Jonah 4:1-11 “Invitation to tolerance and compassion”, by Magali do Nascimento Cunha (Pilgrimage Bible study)

The story of Jonah is about the compassionate God whose mercy has no geographical, cultural, political, and economic frontier. The dialogue between God and Jonah (Jonah 4:1-11), which is considered the climax of the Book of Jonah, is an invitation to overcome intolerance and to cultivate compassion. The dialogue consists of two main parts: the anger of Jonah (v. 1-5) and the compassion of God (v. 6-11). In the dialogue, Jonah becomes angry, but God responds to him with two questions: “Is it good for you to be angry?” (v. 4) and “Is it good for you to be angry about the plant?” (v. 9) which indicate the limitless and universal mercy of God. In this way, the story of Jonah invites us to the pilgrimage of tolerance and compassion.

Jonah 1:4-5 and 4:1-8 "Jonah and his Selective Ecological Concern", by Liz Vuadi Vibila (Pilgrimage Bible study)

The several climatic events in the Book of Jonah present all environmental concerns: the sea calming down (1:15), making a plant grow (4:6), and the sending of a worm (4:7), and all play a particular role in God’s plan. They are used in the text as divine emissaries, human begin is the only one to oppose God’s will in these dramatic scenes. The ecological problem and the attributes associated with the creatures remain a fundamental issue from Jonah to our current daily reality. The worm, a lowly creature, is elevated as well as the ephemeral plant. Accordingly, Jonah has to learn that the plant is appointed by God. The ecological reading on the Book of Jonah invites us to the Pilgrimage of Justice and Peace in relation to the ecological justice.

Jonah 1:1-16 "Many Cultures, One Goal – Life", by Guido Dotti (Pilgrimage Bible study)

The story of the prophet Jonah tells us about a tortuous road of a call to conversion and about God’s infinite mercy both towards the reluctant prophet and towards “the great city in which there are more than a hundred twenty thousand persons … and a large number of animals” (Jonah 4:11).

Luke 24:13-35 "The Walk to Emmaus", by Susan Durber (Pilgrimage Bible study)

There are all sorts of pilgrimages for which one plans and prepares, looks forward to and anticipates with excitement. This story in Luke 24:13-35 is nothing like that. This is a story about a walk that comes from grief and trauma, from profound disappointment and sorrow. It is a story that starts with the slow steps of the depressed and cast down. But it ends with the excited running of the redeemed, and the joy of finding life transformed.

Luke 24: 13-35 - “Outside of their comfort zone”, by Jennifer Martin (Pilgrimage Bible study)

The Pilgrimage of Justice and Peace is dedicated to the accompaniment of persons as they move along their journey, regardless of what their current circumstance might be. At times persons may be so overwhelmed by their past and present that they are incapable to grasp the help which is at hand. Pilgrims often need a patient, listening ear before they can draw the strength to carry on with their physical and spiritual pilgrimages.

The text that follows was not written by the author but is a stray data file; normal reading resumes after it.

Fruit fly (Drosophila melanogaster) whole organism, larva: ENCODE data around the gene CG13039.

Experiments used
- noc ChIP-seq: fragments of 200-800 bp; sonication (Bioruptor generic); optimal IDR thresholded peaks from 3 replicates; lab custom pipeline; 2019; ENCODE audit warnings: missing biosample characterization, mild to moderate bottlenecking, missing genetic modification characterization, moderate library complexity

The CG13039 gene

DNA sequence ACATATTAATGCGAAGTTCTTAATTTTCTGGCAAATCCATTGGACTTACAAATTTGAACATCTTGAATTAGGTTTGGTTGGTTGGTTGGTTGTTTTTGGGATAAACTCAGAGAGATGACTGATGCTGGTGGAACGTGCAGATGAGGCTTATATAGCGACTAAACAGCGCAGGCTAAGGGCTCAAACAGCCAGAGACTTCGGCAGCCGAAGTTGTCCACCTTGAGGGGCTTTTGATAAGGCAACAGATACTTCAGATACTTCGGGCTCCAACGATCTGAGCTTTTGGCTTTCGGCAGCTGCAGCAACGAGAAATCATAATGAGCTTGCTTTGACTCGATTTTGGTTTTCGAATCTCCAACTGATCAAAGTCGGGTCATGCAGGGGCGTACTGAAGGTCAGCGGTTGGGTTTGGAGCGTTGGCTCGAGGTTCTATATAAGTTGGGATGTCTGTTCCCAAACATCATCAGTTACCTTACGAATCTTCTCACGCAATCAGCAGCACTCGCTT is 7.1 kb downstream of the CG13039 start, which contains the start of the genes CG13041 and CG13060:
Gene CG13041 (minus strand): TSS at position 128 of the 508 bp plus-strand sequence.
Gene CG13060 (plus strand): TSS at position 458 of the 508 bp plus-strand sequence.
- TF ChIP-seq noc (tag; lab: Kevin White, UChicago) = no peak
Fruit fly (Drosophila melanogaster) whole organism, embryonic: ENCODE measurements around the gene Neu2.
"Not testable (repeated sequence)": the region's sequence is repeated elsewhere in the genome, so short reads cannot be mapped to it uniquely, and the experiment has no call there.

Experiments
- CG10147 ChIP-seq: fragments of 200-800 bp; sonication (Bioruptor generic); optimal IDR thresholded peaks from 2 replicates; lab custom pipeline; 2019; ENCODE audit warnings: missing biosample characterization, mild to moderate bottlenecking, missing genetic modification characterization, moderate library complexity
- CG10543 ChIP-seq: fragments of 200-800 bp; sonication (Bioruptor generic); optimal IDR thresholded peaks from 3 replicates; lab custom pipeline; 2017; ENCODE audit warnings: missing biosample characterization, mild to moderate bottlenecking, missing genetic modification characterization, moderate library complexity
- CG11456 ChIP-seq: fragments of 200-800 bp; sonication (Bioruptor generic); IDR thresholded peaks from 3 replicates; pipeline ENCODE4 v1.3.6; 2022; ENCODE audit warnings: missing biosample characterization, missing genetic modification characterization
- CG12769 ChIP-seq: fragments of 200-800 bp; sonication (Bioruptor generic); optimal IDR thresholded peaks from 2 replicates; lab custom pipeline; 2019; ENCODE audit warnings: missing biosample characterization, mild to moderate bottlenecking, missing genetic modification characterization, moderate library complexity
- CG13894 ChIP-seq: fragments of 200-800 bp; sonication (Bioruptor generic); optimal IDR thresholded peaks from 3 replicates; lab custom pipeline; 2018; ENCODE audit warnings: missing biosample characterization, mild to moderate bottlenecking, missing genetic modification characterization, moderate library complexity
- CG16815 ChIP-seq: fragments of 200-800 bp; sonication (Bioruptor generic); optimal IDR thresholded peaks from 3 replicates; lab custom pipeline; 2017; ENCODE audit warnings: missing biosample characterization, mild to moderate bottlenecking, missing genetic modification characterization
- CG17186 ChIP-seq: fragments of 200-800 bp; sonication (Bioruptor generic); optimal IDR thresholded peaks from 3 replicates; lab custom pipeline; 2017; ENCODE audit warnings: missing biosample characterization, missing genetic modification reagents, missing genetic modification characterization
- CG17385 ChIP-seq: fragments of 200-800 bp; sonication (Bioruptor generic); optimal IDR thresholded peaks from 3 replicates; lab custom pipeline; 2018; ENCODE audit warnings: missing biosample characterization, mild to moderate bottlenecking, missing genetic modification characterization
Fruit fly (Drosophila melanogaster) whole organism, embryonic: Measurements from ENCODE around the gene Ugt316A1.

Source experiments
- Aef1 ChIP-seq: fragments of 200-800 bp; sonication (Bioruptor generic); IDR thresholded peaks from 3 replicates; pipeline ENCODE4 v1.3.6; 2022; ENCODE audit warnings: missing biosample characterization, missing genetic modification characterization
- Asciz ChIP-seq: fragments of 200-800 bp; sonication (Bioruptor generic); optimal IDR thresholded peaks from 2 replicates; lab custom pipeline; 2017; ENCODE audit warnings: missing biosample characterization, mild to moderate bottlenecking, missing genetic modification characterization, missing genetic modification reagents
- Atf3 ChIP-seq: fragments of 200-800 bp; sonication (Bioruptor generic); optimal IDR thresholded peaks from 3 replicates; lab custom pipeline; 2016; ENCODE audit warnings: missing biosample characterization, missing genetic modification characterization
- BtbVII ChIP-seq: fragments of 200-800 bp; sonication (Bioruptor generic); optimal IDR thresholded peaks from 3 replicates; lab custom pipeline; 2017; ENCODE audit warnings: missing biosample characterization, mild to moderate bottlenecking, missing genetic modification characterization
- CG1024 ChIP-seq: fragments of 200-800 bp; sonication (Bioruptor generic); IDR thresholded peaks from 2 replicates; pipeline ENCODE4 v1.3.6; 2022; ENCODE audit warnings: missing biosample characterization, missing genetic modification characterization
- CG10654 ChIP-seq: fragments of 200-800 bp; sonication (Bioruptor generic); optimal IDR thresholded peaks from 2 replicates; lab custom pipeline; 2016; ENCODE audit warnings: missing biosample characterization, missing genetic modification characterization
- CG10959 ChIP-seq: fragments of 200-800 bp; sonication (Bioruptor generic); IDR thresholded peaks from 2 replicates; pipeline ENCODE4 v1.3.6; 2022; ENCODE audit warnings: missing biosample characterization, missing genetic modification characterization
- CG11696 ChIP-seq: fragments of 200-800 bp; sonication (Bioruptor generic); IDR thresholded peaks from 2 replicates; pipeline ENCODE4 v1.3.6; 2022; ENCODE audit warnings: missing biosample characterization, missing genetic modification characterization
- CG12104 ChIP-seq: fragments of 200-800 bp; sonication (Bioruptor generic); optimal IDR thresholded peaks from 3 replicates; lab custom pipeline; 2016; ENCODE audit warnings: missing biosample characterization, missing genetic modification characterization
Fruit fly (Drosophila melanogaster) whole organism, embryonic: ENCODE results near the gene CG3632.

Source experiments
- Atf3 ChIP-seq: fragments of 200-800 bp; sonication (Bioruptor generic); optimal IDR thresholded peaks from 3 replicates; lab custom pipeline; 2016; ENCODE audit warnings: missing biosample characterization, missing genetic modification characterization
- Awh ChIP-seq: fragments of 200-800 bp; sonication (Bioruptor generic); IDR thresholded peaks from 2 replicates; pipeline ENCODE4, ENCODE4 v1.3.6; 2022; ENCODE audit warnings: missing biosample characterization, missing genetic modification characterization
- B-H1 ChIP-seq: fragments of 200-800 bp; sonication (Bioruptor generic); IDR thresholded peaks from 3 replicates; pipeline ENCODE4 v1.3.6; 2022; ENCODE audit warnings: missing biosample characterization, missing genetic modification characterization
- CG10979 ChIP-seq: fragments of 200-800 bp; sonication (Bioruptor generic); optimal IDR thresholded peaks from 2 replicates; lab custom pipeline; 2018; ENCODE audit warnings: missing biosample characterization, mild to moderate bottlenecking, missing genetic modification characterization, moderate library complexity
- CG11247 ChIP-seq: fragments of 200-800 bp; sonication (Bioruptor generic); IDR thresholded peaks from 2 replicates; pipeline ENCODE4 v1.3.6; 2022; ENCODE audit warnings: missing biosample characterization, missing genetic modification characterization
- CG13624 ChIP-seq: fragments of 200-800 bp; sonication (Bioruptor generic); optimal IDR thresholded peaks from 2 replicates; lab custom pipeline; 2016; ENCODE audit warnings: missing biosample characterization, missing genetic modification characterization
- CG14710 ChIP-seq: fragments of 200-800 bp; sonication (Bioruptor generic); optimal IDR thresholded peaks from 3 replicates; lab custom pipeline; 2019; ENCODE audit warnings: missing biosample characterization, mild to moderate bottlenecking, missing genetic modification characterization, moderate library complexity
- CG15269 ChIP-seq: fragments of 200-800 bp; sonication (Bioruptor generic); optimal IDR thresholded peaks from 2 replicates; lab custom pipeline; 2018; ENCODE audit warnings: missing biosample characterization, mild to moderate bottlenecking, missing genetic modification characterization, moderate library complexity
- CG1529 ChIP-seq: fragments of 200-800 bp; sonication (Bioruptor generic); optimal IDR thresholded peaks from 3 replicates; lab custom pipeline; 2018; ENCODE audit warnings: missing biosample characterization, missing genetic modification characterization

Luke 24: 13-35 - "You'll Never Walk Alone", by Fernando Enns (Pilgrimage Bible study)

On 23 August 2018, a great ecumenical event took place in Amsterdam, the city where the World Council of Churches was founded 70 years ago. Many international ecumenical guests came to celebrate the birthday of that “privileged instrument” of the ecumenical movement. A symposium was held in the university, a great service was celebrated in the Nieuwe Kerk in the city center, and guests were welcomed by the mayor of Amsterdam and local church representatives. And many Amsterdamers came to join the festivities. Everything was livestreamed and broadcast.

Genesis 33:1–17 - "Pilgrimage toward Reconciliation", by Yolanda Pantou

Now Jacob looked up and saw Esau coming, and four hundred men with him. So he divided the children among Leah and Rachel and the two maids. 2 He put the maids with their children in front, then Leah with her children, and Rachel and Joseph last of all. 3 He himself went on ahead of them, bowing himself to the ground seven times, until he came near his brother.

2 Corinthians 6:1-10 "Kerygma: Proclamation as Living Testimony", by Prof. Dr. Iosif Bosch (Pilgrimage Bible study)

We live in the time-space of uncreated grace, a gentle urgency that encourages us to live our contingency in view of eternity.

Luke 19:1-10 - "Acting in Justice as Jesus Taught Us", by María Eugenia León (Pilgrimage Bible study)

Justice is a topic widely discussed in different disciplines, and it nearly always includes an adjective that accompanies or complements it and helps us make sense of the type of justice under discussion. Some examples include retributive justice, punitive justice, restorative justice, transitional justice, etc. But beyond this theoretical discussion, what does it mean to act in a just way in daily life? In our path as Christian women and men, what does it mean to be just?

Matthew 25: 31-46 - "Practicing Justice and Mercy", by Abilio Peña Buendía (Pilgrimage Bible study)

Following Jesus requires consistency between the proclamation of our faith, liturgy and prayer, and the practice of justice that we develop, since the peace of God is a fruit of that justice. This gospel passage allows us to ask ourselves whether we are followers of Jesus.